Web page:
When I threw the rod bearing in my 2.3 I knew next to nothing about the car. I had only owned it for a few months and had driven it like a go cart. The mechanic advised me to put oil in it and trade it in on a new car. As it was my daughterís first new car and she loved it, junking/trading it wasnít an option. A little research quickly pointed me to the Ford 2.5 swap as the most economically responsible option. (And who can resist more engine?) Now itís done and the car runs like a dream with its 30K mile Fusion engine. Along the way I had a lot of help so I thought I should probably give back on the lessons I learned that I didnít readily find in the literature. In full disclosure, I used a 2012 Ford engine from a Fusion and put it in a 2004 S sedan. So, here goes.
Lesson 1: Do Your Homework
This has been done so often that there is an abundance of literature out there to help you decide exactly how you want to proceed. There are a bazillion ways to achieve this swap. It will be a lot less impact on your wallet if you know what you are trying to accomplish before you start. Are you going to use the 2.3 intake components, or some of them or none of them. Personally, I wanted reliability and as few teething problems as I could have, so I chose the route of using everything that I could off the 2.3 engine. Did I sacrifice power in the end? Itís hard to believe when driving the car, but possibly. Do the research and decide what you are going to do before hand and you wonít be spending money on things you arenít going to use.
Here are three great sources to get started with.
1. Great starter:
2. YouTube videos by Baxrok2. More detail than you could ever want. Heís hard to listen to at times but has a world of knowledge that heís put on video. Especially helpful is his segment on cam/crank timing.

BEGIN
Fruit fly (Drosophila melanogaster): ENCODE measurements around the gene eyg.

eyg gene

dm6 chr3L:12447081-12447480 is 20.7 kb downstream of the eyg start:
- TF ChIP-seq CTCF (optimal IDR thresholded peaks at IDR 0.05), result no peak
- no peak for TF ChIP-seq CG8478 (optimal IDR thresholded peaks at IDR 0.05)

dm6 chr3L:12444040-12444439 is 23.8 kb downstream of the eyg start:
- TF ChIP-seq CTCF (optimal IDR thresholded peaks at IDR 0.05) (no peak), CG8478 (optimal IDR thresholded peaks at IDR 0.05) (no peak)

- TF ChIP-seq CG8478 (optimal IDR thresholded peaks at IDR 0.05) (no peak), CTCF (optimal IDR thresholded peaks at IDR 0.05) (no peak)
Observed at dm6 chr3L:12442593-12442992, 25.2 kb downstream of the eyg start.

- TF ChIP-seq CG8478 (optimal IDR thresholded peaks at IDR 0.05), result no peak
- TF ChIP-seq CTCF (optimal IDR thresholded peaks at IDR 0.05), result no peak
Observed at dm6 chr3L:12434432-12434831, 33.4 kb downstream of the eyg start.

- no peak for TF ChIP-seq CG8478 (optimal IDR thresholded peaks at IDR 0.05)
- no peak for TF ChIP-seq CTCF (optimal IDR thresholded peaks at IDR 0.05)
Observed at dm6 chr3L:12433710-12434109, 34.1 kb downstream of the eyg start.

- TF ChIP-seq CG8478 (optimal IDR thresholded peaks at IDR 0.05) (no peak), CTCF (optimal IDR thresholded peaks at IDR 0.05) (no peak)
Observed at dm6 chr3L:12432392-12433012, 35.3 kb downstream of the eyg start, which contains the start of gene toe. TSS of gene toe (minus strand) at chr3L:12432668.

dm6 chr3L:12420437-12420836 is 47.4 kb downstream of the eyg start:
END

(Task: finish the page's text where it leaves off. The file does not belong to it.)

3. This is a very lengthy post but contains a myriad of different topics that you might want to consider when deciding on your approach.
Lesson 2: Ask for Help
As I said before, this has been done hundreds of times and many of the folks that have done it successfully are on this forum. Most of them are very willing to offer assistance. Just be prepared to provide an accurate description of exactly what your problem is and what youíve already done to solve it.
Lesson 3: Pull From the Top or Bottom?
This seems to be a big debate for many. For me it was easy, I pulled the engine/transmission from the front. Removing the bumper cover, bumper, headlights, radiator and radiator supports took about two hours and added about three on reassembly. I also pulled the hood off in about three minutes. This gives you amazing access to the entire engine compartment and virtually eliminates body damage during the work. (Pic1)
Lesson 4: Donít Make Extra Work.
As you can see in Pic1, I left the AC system intact and just let the components hang while swapping things on the engines. On reassembly, it works fine.
I left as much wiring and plumbing attached to the intake manifold as possible. This created a problem for me which Iíll discuss later, but it helped greatly in matching connectors and plumbing when putting the new engine back in. Everything is close to where it is going to be when you are done and the matching plug/connector is generally the closest one thatís attached to the body. It makes it a lot easier to put things back the way they came from the factory. (Pic2)
Lesson 5: You Have to Use the 2.3 Cam Chain Cover.
The Ford timing components are not compatible with the Mazda engine management system. That means using the 2.3 Crank Position Sensor which means using the 2.3 Crank Pulley and Cam Chain Cover. I suppose you could make modifications to the Ford cover and use the Mazda components but why go through the headache? The 2.3 cover also has mounting points for the alternator and idler pulley that the Ford does not.
Lesson 6. You Have to Use the 2.3 Oil Pan.
The AC compressor is mounted to the oil pan on the Mazda3. Unless you want to modify the carís AC system to move the compressor to the Fordís location, you will need the 2.3 oil pan. This creates two more issues. First youíll have two dipsticks. I chose to use the Ford dipstick for no logical reason. I just liked it better. To block off the Mazda dipstick port on the oil pan, I got a Ĺ inch hitch pin and used a Ĺ inch drill to spin it and cut an o-ring groove in it at the same distance down as the old dipstick tube. (Pic3) I then put it in place of the dipstick tube and have had no leaks whatsoever in 500 miles of driving. (Pic4)